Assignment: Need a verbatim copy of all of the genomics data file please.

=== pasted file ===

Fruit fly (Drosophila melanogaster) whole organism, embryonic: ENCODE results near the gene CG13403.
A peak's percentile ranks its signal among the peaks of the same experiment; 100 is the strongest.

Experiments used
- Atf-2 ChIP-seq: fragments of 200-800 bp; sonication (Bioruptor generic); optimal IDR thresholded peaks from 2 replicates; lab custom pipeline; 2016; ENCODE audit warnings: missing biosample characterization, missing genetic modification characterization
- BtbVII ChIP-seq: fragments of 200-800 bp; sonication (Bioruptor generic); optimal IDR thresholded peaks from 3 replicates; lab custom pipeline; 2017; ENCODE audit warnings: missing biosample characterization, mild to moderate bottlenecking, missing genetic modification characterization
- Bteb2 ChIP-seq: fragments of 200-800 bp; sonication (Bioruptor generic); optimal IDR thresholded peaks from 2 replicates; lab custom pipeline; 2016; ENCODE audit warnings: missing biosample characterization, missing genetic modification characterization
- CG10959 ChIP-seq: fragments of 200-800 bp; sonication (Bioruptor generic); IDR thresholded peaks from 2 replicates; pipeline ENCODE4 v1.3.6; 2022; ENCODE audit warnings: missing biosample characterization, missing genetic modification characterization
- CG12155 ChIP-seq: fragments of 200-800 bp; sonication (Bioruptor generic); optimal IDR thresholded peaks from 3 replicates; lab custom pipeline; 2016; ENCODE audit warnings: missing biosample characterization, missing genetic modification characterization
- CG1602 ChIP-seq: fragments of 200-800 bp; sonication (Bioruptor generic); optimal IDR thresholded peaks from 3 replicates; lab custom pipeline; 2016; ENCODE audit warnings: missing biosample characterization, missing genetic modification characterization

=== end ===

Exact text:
Fruit fly (Drosophila melanogaster) whole organism, embryonic: ENCODE results near the gene CG13403.
A peak's percentile ranks its signal among the peaks of the same experiment; 100 is the strongest.

Experiments used
- Atf-2 ChIP-seq: fragments of 200-800 bp; sonication (Bioruptor generic); optimal IDR thresholded peaks from 2 replicates; lab custom pipeline; 2016; ENCODE audit warnings: missing biosample characterization, missing genetic modification characterization
- BtbVII ChIP-seq: fragments of 200-800 bp; sonication (Bioruptor generic); optimal IDR thresholded peaks from 3 replicates; lab custom pipeline; 2017; ENCODE audit warnings: missing biosample characterization, mild to moderate bottlenecking, missing genetic modification characterization
- Bteb2 ChIP-seq: fragments of 200-800 bp; sonication (Bioruptor generic); optimal IDR thresholded peaks from 2 replicates; lab custom pipeline; 2016; ENCODE audit warnings: missing biosample characterization, missing genetic modification characterization
- CG10959 ChIP-seq: fragments of 200-800 bp; sonication (Bioruptor generic); IDR thresholded peaks from 2 replicates; pipeline ENCODE4 v1.3.6; 2022; ENCODE audit warnings: missing biosample characterization, missing genetic modification characterization
- CG12155 ChIP-seq: fragments of 200-800 bp; sonication (Bioruptor generic); optimal IDR thresholded peaks from 3 replicates; lab custom pipeline; 2016; ENCODE audit warnings: missing biosample characterization, missing genetic modification characterization
- CG1602 ChIP-seq: fragments of 200-800 bp; sonication (Bioruptor generic); optimal IDR thresholded peaks from 3 replicates; lab custom pipeline; 2016; ENCODE audit warnings: missing biosample characterization, missing genetic modification characterization